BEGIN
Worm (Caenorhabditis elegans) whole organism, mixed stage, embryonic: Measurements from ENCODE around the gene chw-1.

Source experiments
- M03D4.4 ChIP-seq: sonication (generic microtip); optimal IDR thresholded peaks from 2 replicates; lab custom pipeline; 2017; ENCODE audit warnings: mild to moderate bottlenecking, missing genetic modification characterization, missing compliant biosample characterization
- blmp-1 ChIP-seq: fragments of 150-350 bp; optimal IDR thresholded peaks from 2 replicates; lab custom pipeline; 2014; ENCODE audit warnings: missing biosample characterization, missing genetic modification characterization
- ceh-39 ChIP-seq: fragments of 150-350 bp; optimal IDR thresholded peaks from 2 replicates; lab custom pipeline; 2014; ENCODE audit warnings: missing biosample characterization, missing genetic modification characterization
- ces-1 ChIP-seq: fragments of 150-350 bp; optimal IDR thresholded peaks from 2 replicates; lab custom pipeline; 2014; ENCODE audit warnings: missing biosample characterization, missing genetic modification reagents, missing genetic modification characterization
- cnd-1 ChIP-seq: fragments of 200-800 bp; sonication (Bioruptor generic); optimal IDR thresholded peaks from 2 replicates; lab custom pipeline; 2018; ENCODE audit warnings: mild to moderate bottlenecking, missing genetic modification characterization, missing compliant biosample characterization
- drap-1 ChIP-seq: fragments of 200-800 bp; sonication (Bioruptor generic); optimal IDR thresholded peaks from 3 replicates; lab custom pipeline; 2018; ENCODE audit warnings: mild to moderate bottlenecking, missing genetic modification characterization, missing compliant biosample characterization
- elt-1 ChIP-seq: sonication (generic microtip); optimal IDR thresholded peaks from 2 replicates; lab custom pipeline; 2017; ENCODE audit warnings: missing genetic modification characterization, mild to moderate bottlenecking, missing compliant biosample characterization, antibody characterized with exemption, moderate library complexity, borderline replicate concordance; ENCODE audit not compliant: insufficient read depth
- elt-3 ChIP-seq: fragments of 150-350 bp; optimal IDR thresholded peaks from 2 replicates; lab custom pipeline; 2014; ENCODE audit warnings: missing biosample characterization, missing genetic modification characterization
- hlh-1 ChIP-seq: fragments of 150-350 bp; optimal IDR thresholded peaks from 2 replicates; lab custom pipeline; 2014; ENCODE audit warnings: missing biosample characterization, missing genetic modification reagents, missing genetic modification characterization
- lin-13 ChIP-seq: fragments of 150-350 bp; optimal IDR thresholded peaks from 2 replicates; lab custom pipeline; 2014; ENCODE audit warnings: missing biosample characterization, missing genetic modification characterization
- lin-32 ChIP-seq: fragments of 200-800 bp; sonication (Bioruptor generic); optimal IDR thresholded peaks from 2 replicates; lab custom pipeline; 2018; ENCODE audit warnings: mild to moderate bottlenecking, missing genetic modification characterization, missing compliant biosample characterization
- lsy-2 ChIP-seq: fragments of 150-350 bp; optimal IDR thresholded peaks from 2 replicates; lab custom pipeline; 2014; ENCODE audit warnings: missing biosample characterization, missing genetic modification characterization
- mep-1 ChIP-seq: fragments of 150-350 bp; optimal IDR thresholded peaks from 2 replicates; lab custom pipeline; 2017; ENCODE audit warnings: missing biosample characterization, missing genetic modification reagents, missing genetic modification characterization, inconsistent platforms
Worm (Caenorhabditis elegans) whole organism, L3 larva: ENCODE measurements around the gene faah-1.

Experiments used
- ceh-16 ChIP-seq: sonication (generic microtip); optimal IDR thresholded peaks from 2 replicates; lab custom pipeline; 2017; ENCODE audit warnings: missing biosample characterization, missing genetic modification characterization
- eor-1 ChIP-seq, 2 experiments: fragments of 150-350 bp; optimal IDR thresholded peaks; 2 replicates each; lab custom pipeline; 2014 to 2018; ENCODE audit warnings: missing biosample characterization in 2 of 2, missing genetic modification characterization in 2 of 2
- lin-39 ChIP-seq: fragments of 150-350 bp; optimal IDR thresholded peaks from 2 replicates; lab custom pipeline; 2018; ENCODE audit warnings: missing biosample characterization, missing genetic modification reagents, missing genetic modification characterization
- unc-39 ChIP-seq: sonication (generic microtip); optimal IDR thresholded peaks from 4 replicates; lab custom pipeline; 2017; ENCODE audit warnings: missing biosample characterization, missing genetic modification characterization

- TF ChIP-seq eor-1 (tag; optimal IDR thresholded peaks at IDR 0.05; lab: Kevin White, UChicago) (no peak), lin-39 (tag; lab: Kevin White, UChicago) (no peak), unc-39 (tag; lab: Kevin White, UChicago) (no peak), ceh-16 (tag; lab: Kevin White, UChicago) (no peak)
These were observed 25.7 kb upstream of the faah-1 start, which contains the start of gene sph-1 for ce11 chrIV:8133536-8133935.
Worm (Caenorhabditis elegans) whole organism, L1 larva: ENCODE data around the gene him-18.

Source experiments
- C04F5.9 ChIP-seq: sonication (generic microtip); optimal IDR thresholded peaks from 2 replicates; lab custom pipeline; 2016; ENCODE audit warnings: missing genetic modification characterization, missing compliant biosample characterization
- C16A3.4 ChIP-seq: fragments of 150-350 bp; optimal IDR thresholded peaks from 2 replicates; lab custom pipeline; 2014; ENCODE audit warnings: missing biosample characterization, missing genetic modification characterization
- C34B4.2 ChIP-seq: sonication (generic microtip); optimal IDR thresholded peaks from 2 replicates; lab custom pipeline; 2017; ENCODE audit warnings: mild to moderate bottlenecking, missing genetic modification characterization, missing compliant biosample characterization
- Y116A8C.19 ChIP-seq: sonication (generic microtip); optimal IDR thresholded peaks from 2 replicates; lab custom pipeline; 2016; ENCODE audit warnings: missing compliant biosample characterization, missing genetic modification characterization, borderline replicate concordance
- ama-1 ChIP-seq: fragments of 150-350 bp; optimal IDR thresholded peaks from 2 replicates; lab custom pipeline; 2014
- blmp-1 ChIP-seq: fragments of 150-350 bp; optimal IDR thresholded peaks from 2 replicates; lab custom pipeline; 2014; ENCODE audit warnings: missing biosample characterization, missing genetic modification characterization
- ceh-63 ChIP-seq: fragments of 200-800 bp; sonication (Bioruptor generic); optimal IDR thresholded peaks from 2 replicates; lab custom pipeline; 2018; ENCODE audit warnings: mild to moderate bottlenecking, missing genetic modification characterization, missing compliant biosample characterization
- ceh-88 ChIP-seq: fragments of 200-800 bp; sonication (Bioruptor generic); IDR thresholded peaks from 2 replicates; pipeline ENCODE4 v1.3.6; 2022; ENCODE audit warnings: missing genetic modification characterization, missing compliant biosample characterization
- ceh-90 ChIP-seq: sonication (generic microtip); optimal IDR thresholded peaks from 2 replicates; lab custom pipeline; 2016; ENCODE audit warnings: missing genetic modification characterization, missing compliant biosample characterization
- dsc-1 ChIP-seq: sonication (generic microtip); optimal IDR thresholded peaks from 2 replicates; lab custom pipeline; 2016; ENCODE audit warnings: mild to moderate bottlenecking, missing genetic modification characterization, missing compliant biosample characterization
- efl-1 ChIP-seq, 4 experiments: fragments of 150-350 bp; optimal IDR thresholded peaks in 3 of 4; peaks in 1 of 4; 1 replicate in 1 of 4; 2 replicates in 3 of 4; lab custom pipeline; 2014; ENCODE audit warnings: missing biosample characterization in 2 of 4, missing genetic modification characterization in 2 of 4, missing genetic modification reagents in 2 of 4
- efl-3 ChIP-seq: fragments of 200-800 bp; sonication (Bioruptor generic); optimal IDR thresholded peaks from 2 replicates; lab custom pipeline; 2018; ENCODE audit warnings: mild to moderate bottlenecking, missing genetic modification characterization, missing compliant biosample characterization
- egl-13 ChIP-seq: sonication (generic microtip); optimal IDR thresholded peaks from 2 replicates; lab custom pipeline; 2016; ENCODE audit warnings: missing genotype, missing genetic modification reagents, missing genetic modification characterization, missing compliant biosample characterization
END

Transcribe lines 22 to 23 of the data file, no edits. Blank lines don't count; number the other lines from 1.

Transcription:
- TF ChIP-seq eor-1 (tag; optimal IDR thresholded peaks at IDR 0.05; lab: Kevin White, UChicago) (no peak), lin-39 (tag; lab: Kevin White, UChicago) (no peak), unc-39 (tag; lab: Kevin White, UChicago) (no peak), ceh-16 (tag; lab: Kevin White, UChicago) (no peak)
These were observed 25.7 kb upstream of the faah-1 start, which contains the start of gene sph-1 for ce11 chrIV:8133536-8133935.